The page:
GOP-Land is all a twitter, now that Texas Governor Rick Perry has announced that he's ready to ascend to the White House.
GOP-Land is all a twitter, now that Texas Governor Rick Perry has announced that he’s ready to ascend to the White House.
His candidacy was actually launched the week before at a Prayer-A-Palooza he held in Houston, where he consecrated himself as the Christian candidate. Only about 30,000 evangelicals attended Perry’s public prayer spectacle in a cavernous football stadium, but the presidential wannabe got saturation coverage by the media, which has gone ga-ga over yet another small-minded, right-wing, Texas governor.
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If the media had any real journalistic curiosity about what kind or national “leader” this guy would be, they could have slipped away on that same day to the city’s convention center. There, a much larger crowd of 100,000 Houstonians had gathered in bleak testimony to Perry’s gubernatorial “leadership.” They were some of Houston’s many low-income children and parents, struggling to make ends meet in Perry’s hard-scrabble Texas economy.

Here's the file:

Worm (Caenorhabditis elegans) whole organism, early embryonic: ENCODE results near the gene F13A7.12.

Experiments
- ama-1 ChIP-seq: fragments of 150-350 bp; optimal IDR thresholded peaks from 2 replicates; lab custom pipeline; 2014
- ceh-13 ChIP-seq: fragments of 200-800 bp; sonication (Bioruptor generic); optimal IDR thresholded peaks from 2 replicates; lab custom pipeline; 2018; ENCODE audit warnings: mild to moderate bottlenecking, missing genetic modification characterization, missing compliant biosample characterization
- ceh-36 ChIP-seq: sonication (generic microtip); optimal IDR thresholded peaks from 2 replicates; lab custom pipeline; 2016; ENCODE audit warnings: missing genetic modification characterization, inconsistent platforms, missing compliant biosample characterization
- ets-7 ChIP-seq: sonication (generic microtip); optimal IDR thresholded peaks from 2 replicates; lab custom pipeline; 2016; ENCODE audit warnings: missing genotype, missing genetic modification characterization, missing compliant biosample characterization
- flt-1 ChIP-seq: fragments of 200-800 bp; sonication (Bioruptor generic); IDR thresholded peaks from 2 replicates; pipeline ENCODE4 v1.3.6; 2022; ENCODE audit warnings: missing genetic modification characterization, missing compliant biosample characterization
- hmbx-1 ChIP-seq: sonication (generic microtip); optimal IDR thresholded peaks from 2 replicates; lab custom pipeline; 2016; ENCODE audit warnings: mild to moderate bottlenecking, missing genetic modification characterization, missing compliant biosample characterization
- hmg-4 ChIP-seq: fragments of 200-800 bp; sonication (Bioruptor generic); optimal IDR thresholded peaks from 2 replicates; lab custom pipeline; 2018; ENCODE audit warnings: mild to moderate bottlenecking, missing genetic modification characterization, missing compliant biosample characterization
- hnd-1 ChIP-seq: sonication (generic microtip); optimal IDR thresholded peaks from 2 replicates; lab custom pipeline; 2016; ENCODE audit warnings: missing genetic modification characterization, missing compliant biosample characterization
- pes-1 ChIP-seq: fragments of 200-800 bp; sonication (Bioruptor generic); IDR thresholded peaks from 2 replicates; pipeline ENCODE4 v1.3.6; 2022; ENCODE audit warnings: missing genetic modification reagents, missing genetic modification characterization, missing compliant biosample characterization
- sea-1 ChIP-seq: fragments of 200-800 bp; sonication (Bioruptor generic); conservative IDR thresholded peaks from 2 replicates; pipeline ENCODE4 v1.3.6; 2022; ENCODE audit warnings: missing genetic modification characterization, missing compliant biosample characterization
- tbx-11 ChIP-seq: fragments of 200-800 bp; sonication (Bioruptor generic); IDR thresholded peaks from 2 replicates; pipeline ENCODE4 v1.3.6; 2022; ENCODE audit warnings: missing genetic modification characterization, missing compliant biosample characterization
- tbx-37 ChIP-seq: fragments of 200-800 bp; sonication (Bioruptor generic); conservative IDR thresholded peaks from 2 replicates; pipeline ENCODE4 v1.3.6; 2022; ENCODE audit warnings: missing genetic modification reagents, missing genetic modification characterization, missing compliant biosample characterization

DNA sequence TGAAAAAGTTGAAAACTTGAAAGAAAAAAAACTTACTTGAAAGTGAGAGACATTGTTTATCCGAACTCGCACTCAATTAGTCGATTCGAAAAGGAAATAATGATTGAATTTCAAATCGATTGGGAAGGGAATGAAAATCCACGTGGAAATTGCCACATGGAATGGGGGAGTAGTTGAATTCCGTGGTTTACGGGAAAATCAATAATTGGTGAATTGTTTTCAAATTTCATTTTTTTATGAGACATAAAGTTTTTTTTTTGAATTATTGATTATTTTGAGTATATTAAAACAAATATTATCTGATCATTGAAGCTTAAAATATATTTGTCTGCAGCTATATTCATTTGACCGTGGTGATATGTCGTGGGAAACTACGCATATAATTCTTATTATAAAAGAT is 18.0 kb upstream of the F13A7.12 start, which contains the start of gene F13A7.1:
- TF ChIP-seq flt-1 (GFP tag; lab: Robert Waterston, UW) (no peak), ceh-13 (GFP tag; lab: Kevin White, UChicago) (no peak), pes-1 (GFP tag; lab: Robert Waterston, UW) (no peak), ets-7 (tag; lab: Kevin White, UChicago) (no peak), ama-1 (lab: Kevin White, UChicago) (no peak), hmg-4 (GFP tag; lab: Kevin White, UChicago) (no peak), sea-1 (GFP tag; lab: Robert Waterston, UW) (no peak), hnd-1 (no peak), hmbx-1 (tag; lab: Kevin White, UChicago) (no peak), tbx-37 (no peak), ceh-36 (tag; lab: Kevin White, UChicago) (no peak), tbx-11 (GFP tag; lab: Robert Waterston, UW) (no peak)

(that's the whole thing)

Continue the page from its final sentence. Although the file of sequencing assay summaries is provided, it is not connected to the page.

These needy families had come to a citywide back-to-school event where backpacks, school supplies, uniforms, haircut vouchers, immunizations, and bags of food were being provided by the school district. Officials had expected 25,000 to show up, but four times that number came – some families had camped out for hours before the doors opened, and many were turned away as supplies were exhausted by 10 a.m. “It shows the need,” said a solemn school spokesman.
Perry is known in Texas as “Governor Supercuts,” not only for his spiffy hairdo, but also for cutting the budgets of schools and poverty programs and holding down wages. In his 10-year tenure, Perry has created more minimum wage jobs than all other states combined, and his superrich state now has more families in poverty than any other. Can you say “President Supercuts?”
“Prayer Rally Dwarfed By Texans Who Flock To Nearby Convention Center, Desperate For Free School Supplies,” www.thinkprogress.org, August 8, 2011.
“Run, Rick, Run,” The Texas Observer, May 30, 2011.